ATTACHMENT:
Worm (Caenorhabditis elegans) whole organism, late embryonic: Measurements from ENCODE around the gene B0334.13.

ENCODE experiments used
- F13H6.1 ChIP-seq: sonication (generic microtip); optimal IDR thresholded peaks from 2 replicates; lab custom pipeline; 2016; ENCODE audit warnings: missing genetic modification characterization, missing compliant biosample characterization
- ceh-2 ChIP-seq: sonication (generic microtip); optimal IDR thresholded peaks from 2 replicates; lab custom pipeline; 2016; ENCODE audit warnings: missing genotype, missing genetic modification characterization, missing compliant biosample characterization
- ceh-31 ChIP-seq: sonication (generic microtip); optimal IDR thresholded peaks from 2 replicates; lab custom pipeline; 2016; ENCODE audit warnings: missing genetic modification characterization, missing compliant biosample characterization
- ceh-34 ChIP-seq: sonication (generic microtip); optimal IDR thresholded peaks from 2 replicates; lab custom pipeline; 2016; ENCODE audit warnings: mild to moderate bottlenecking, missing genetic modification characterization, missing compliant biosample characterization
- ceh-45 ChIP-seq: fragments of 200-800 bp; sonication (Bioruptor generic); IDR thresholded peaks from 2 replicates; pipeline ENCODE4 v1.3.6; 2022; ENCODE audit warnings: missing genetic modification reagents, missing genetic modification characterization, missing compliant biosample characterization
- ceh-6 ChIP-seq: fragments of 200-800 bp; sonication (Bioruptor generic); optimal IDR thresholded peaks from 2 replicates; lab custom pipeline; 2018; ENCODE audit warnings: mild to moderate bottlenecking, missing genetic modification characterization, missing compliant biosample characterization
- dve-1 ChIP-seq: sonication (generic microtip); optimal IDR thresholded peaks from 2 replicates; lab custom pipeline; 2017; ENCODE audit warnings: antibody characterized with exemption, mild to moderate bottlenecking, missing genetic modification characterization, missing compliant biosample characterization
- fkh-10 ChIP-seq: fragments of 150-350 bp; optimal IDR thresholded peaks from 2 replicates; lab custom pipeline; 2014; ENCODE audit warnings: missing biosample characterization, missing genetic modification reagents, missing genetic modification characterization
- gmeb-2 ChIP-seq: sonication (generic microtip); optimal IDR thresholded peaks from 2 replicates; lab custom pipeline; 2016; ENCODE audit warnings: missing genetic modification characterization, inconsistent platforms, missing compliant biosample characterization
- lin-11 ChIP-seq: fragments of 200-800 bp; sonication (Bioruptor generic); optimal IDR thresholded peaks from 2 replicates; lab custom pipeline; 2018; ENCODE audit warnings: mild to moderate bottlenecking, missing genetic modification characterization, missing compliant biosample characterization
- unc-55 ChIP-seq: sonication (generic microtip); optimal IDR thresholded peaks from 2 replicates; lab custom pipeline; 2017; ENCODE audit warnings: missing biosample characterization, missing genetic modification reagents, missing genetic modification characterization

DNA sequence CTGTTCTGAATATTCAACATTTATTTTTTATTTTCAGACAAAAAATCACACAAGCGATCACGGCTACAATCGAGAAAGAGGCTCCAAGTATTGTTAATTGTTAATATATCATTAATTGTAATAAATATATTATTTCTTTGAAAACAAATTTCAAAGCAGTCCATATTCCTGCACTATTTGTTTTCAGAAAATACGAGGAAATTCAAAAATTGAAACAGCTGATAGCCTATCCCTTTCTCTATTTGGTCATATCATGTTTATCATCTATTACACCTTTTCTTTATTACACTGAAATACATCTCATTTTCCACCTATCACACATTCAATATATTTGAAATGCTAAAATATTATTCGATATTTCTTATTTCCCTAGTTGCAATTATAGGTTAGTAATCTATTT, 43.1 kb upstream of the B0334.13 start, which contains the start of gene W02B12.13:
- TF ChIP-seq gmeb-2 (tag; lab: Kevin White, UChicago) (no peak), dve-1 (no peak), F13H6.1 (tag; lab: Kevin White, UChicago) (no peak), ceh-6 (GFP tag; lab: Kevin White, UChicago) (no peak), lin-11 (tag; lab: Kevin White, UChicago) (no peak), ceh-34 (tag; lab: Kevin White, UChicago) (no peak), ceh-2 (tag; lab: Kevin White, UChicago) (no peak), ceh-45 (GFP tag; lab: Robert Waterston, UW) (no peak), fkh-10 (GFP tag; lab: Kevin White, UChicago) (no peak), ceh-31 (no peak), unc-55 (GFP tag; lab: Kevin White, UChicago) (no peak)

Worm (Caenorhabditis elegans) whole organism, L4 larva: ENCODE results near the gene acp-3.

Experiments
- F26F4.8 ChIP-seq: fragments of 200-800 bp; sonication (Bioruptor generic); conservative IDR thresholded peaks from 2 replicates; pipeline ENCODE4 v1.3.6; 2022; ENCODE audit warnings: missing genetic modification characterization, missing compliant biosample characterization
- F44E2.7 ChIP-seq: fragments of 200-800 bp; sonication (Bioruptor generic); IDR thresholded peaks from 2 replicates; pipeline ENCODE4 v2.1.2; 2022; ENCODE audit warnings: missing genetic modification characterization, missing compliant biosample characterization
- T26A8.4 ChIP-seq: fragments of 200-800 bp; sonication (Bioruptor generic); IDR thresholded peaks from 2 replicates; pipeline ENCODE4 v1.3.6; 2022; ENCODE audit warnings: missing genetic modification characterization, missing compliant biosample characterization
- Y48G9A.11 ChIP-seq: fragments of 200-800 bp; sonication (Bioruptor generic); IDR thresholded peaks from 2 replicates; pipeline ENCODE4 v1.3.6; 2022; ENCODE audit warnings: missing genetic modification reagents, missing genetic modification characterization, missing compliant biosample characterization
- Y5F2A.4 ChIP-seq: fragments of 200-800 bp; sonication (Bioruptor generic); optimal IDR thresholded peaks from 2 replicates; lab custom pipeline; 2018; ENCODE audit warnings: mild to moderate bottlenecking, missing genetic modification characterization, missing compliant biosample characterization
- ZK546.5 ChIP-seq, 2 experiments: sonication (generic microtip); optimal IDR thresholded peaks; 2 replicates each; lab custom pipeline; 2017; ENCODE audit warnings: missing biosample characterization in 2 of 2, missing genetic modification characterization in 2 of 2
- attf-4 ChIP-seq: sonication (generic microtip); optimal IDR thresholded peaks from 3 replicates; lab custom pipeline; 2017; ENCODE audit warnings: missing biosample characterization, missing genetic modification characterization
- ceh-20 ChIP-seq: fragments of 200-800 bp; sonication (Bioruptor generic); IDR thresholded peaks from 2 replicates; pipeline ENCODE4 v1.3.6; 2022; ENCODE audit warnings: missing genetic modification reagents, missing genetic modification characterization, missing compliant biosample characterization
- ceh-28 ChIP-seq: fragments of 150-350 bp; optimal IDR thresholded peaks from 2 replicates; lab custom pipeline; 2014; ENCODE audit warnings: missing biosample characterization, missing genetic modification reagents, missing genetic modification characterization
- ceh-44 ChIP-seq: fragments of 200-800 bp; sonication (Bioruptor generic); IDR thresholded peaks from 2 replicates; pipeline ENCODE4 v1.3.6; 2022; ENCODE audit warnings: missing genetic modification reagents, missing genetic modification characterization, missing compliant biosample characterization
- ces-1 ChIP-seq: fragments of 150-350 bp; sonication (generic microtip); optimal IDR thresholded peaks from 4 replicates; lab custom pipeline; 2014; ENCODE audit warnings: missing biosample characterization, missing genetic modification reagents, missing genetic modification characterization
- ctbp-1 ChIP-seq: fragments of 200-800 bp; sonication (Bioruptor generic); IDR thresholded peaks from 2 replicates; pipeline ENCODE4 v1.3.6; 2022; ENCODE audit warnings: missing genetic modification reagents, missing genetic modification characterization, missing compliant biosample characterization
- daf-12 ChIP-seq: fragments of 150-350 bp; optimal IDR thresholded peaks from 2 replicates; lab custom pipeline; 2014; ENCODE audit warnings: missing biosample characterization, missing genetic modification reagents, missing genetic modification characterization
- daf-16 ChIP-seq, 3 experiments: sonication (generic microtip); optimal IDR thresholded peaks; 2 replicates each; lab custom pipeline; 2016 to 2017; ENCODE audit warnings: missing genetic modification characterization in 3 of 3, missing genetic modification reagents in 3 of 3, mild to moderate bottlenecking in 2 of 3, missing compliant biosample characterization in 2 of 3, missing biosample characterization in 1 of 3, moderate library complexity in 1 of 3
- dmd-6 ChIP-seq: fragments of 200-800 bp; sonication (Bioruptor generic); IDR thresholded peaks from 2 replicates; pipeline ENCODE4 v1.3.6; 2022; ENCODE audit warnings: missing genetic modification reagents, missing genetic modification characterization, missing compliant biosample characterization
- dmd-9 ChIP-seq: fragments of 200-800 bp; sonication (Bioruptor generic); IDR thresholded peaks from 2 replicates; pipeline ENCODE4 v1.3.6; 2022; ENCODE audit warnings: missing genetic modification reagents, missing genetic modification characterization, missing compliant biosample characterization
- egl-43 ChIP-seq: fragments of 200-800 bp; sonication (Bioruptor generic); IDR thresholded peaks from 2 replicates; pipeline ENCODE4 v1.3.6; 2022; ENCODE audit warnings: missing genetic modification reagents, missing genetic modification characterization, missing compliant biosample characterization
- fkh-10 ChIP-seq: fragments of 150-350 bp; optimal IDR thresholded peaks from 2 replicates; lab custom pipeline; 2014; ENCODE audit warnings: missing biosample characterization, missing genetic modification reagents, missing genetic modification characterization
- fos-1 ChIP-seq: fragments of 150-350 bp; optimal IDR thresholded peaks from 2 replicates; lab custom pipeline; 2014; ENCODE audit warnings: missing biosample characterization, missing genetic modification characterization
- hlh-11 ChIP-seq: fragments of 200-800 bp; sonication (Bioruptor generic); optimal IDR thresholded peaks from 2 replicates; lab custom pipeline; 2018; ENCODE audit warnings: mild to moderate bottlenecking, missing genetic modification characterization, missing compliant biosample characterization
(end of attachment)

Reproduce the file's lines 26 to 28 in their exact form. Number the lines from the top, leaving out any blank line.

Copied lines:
- ceh-28 ChIP-seq: fragments of 150-350 bp; optimal IDR thresholded peaks from 2 replicates; lab custom pipeline; 2014; ENCODE audit warnings: missing biosample characterization, missing genetic modification reagents, missing genetic modification characterization
- ceh-44 ChIP-seq: fragments of 200-800 bp; sonication (Bioruptor generic); IDR thresholded peaks from 2 replicates; pipeline ENCODE4 v1.3.6; 2022; ENCODE audit warnings: missing genetic modification reagents, missing genetic modification characterization, missing compliant biosample characterization
- ces-1 ChIP-seq: fragments of 150-350 bp; sonication (generic microtip); optimal IDR thresholded peaks from 4 replicates; lab custom pipeline; 2014; ENCODE audit warnings: missing biosample characterization, missing genetic modification reagents, missing genetic modification characterization